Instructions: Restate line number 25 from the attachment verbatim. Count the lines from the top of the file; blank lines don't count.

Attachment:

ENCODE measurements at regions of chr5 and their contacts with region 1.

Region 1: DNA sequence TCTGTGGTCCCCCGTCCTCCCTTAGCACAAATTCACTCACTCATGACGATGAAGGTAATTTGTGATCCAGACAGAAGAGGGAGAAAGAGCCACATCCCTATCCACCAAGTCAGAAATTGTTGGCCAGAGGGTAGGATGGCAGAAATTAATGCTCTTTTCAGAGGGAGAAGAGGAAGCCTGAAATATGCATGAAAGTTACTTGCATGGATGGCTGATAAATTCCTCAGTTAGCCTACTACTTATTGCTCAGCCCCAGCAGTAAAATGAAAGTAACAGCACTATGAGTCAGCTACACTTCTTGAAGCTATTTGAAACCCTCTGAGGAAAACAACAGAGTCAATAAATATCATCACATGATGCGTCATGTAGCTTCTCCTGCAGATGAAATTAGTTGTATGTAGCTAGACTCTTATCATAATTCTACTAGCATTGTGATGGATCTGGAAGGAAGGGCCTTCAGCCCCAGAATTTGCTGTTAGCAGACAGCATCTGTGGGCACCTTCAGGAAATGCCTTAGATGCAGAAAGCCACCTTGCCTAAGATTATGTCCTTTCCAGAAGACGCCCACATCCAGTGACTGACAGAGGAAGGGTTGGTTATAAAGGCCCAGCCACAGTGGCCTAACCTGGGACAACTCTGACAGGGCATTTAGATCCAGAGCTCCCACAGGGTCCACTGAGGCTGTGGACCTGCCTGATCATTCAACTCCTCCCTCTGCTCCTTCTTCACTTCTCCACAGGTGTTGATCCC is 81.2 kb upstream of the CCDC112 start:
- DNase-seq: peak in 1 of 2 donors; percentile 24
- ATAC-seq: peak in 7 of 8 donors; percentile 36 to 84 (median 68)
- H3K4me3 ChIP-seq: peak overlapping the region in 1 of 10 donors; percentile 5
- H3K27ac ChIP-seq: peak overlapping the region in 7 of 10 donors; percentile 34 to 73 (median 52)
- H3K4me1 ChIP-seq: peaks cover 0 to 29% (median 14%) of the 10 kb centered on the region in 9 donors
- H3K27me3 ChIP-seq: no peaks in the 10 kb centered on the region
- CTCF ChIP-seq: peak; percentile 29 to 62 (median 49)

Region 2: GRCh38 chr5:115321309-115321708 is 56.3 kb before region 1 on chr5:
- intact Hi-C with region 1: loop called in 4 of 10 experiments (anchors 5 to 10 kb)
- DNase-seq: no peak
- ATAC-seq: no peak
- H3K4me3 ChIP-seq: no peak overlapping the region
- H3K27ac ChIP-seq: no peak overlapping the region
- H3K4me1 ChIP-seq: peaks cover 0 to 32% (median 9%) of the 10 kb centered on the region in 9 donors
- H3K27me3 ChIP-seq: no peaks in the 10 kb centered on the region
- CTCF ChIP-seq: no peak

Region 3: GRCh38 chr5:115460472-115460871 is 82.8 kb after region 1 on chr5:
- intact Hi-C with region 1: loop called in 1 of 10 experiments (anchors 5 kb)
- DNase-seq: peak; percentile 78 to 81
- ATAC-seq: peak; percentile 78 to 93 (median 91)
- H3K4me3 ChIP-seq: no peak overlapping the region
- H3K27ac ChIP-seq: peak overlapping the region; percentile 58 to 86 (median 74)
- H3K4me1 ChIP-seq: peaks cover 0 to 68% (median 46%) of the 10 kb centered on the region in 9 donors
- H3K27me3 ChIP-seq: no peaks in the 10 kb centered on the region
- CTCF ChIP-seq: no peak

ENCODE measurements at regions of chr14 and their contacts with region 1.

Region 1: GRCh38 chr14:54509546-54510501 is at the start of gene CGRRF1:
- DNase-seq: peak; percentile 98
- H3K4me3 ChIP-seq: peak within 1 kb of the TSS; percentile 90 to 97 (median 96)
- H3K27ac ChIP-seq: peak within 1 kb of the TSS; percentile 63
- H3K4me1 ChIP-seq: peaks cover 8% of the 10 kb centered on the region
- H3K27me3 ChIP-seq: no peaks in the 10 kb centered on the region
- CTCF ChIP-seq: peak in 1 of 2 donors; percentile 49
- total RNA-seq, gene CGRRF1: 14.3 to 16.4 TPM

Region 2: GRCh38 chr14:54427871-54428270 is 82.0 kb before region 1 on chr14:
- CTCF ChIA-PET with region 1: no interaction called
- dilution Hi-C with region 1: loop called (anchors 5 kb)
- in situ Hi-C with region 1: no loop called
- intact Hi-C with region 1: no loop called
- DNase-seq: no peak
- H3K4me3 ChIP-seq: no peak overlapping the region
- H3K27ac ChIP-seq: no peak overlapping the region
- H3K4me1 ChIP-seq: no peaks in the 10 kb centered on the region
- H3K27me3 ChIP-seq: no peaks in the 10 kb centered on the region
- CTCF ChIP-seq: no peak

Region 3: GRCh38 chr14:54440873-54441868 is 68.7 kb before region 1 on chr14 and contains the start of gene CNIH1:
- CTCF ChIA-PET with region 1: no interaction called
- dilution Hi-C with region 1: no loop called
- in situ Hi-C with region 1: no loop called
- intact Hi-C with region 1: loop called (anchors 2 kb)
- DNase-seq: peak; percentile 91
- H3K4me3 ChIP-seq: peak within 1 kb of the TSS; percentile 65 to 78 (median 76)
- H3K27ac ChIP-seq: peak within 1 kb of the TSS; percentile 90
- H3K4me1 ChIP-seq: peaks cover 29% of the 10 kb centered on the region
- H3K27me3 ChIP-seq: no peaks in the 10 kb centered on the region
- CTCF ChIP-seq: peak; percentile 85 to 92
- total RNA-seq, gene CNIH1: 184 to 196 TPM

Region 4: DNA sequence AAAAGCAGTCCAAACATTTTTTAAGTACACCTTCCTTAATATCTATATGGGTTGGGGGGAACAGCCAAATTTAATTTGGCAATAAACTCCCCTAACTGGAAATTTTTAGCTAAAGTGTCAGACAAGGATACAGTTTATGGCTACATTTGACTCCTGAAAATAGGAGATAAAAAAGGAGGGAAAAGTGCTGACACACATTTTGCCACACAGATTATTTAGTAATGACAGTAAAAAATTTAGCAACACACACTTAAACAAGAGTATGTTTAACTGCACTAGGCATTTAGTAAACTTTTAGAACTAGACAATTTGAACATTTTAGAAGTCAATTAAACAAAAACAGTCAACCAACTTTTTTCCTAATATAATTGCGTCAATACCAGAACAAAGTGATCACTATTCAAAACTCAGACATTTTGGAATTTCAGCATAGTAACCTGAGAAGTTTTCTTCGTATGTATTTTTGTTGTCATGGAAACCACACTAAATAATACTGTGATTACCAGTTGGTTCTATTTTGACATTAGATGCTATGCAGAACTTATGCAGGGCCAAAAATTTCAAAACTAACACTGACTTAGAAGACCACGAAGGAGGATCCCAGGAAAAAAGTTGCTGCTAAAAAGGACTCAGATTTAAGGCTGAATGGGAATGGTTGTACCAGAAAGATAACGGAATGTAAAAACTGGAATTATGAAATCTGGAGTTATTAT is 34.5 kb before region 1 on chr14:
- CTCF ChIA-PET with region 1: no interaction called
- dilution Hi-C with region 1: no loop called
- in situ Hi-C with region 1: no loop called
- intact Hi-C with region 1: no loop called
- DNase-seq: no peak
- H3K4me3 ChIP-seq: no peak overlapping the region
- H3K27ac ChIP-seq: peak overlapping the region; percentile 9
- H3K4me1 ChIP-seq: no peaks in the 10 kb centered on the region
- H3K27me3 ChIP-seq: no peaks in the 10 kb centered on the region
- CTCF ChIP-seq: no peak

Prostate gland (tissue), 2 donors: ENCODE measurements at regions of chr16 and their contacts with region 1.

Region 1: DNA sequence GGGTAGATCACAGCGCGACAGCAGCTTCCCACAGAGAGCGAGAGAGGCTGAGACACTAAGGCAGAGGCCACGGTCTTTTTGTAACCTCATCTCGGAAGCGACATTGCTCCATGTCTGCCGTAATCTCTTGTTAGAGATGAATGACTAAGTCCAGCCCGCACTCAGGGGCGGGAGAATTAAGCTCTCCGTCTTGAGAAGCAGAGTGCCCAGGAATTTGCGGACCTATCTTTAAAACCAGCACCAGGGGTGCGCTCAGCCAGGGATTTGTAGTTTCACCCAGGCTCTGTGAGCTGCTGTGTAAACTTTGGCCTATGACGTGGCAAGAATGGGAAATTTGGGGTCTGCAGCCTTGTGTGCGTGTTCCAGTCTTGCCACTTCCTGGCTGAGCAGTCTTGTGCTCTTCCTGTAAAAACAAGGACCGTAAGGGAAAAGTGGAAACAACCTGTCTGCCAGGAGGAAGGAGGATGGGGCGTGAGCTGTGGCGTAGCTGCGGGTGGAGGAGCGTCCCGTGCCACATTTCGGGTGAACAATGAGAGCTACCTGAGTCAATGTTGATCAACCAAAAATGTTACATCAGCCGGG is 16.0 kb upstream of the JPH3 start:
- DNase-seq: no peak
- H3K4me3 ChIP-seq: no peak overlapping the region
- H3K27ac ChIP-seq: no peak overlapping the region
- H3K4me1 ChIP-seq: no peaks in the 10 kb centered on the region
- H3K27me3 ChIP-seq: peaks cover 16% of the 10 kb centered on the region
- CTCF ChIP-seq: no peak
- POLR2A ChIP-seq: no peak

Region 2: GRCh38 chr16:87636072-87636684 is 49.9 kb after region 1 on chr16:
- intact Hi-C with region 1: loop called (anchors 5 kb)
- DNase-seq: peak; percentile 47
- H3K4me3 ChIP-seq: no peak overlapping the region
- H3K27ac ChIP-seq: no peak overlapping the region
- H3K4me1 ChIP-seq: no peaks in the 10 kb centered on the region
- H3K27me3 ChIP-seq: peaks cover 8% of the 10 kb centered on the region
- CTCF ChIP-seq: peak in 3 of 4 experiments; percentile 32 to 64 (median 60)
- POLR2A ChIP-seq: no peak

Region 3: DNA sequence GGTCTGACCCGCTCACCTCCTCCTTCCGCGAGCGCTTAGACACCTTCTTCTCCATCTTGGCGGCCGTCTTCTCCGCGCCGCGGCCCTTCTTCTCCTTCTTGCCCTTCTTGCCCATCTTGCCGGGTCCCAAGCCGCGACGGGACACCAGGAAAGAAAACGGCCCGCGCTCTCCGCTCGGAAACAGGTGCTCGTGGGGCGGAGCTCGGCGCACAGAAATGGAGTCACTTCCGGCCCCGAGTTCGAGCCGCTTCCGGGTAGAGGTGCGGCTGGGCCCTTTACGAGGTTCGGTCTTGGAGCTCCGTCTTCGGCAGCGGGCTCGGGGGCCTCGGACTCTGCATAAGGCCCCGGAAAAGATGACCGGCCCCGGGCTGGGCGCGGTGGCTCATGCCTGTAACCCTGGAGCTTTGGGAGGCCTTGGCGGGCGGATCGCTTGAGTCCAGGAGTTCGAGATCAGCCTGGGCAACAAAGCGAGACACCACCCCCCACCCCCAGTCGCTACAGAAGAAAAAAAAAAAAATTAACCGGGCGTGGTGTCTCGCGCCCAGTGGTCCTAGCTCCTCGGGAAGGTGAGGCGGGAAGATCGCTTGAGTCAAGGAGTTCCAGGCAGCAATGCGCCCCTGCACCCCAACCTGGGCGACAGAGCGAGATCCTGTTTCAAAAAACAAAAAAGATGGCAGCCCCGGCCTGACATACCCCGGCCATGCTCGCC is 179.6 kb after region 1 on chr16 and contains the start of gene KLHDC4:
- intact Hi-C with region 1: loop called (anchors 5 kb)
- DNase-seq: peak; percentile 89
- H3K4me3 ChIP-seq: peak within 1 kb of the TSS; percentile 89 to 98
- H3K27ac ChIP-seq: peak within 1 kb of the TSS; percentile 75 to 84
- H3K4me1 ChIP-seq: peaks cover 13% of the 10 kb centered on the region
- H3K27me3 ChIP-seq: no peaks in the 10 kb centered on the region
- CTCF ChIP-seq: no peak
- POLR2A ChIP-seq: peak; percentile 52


- H3K4me1 ChIP-seq: peaks cover 0 to 68% (median 46%) of the 10 kb centered on the region in 9 donors